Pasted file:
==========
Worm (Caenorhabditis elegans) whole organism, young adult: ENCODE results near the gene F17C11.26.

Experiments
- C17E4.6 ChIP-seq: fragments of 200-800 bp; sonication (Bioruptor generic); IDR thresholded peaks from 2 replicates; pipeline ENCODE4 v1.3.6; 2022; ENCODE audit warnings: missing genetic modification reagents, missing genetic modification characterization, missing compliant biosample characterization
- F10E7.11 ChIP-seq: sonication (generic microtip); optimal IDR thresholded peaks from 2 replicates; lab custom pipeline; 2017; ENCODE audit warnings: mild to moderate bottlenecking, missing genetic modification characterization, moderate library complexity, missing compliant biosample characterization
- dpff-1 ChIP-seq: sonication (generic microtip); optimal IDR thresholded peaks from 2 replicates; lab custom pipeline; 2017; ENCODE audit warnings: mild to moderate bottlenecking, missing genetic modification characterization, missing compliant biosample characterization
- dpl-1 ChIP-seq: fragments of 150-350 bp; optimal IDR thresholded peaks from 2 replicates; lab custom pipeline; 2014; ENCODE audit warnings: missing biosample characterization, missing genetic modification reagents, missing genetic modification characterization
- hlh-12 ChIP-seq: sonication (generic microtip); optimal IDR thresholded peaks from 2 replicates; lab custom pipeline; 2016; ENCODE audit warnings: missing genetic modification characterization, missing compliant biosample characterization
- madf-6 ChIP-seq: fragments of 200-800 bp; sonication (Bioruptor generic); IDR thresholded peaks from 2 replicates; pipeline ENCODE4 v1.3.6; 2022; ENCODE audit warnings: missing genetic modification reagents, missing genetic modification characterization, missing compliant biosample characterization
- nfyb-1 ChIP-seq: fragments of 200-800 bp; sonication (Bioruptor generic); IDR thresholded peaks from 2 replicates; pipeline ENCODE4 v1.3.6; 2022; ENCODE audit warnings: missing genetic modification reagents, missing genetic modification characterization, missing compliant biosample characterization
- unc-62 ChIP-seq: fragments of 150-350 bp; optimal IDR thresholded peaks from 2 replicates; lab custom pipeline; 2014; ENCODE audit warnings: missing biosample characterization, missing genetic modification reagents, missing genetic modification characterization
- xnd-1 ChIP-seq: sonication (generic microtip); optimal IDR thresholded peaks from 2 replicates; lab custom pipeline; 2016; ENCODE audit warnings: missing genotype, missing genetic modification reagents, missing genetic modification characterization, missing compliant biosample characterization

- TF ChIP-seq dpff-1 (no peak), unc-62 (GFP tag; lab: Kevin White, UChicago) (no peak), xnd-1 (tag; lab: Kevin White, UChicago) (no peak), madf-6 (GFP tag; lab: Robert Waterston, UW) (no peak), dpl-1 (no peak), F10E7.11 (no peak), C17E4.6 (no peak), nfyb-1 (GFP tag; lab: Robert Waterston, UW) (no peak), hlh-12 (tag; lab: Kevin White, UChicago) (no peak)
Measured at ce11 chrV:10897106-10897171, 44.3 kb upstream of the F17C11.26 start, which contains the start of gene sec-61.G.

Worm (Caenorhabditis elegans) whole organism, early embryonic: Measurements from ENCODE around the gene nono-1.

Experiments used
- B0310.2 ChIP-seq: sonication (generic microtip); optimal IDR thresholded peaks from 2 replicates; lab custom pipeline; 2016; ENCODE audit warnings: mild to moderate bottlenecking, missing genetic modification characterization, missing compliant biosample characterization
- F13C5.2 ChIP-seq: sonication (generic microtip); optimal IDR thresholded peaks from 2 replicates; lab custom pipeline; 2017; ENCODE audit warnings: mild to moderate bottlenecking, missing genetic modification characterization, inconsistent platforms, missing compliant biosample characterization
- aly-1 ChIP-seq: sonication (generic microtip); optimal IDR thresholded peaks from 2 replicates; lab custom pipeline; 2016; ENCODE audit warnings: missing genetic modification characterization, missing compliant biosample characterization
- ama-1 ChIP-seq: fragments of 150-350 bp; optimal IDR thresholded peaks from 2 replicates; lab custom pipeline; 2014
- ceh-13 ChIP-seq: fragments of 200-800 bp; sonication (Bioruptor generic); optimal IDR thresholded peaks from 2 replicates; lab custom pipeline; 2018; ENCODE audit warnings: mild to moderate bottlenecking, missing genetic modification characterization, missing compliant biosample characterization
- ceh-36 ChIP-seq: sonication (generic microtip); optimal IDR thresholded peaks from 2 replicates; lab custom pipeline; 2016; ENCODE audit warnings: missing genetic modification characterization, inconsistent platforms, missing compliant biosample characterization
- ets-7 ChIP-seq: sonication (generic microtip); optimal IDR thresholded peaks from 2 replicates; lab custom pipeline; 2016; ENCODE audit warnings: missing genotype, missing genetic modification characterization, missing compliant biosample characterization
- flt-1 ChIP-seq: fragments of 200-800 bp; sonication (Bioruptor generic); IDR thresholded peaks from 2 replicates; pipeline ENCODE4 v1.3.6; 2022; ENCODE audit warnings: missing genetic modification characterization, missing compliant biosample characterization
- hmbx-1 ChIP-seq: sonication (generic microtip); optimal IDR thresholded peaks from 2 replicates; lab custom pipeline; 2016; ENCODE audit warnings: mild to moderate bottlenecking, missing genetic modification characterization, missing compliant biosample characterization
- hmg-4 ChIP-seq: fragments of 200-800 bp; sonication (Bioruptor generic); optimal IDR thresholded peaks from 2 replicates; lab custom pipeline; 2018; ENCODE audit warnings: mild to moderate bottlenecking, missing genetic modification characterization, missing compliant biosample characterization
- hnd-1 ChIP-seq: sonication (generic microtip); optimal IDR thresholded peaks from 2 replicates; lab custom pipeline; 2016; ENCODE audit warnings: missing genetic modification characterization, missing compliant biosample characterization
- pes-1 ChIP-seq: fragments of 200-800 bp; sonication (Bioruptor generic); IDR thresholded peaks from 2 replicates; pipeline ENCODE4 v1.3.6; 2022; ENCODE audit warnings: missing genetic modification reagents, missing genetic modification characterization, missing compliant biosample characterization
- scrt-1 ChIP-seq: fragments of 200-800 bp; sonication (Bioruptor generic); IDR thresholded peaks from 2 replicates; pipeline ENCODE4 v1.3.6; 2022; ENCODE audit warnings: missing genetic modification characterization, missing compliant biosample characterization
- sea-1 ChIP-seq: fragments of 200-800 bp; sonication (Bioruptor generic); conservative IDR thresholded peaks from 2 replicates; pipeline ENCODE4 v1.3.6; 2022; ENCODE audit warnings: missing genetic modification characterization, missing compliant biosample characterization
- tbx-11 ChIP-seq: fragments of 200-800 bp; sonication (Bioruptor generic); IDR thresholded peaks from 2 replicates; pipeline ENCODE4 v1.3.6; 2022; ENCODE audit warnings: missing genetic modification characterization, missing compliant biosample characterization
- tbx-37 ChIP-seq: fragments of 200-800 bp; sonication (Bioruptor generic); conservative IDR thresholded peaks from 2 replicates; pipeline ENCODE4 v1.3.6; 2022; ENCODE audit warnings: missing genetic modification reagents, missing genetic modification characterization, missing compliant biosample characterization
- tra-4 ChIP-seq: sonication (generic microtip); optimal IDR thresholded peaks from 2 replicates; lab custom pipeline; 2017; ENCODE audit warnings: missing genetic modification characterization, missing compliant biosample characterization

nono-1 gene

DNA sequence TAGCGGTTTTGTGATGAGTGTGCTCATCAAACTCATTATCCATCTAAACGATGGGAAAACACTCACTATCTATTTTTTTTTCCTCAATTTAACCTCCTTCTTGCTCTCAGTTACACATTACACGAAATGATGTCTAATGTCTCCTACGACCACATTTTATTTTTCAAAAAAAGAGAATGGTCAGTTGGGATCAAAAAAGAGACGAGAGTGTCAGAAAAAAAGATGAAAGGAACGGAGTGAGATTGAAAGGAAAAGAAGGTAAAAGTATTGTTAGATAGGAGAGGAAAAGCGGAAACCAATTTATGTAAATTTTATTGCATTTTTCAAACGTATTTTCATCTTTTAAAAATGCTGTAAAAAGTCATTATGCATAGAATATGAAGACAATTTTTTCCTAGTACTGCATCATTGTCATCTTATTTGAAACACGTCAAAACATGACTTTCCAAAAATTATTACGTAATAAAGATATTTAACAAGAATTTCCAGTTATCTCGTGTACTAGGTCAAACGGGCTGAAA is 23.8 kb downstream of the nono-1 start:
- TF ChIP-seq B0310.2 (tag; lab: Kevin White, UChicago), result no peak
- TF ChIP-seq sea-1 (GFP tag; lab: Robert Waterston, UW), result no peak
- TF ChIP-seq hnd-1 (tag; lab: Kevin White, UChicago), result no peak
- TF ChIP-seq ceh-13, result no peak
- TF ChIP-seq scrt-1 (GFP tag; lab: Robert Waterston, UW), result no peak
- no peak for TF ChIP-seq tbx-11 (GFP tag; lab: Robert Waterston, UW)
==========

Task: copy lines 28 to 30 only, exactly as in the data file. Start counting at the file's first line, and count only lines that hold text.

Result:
- scrt-1 ChIP-seq: fragments of 200-800 bp; sonication (Bioruptor generic); IDR thresholded peaks from 2 replicates; pipeline ENCODE4 v1.3.6; 2022; ENCODE audit warnings: missing genetic modification characterization, missing compliant biosample characterization
- sea-1 ChIP-seq: fragments of 200-800 bp; sonication (Bioruptor generic); conservative IDR thresholded peaks from 2 replicates; pipeline ENCODE4 v1.3.6; 2022; ENCODE audit warnings: missing genetic modification characterization, missing compliant biosample characterization
- tbx-11 ChIP-seq: fragments of 200-800 bp; sonication (Bioruptor generic); IDR thresholded peaks from 2 replicates; pipeline ENCODE4 v1.3.6; 2022; ENCODE audit warnings: missing genetic modification characterization, missing compliant biosample characterization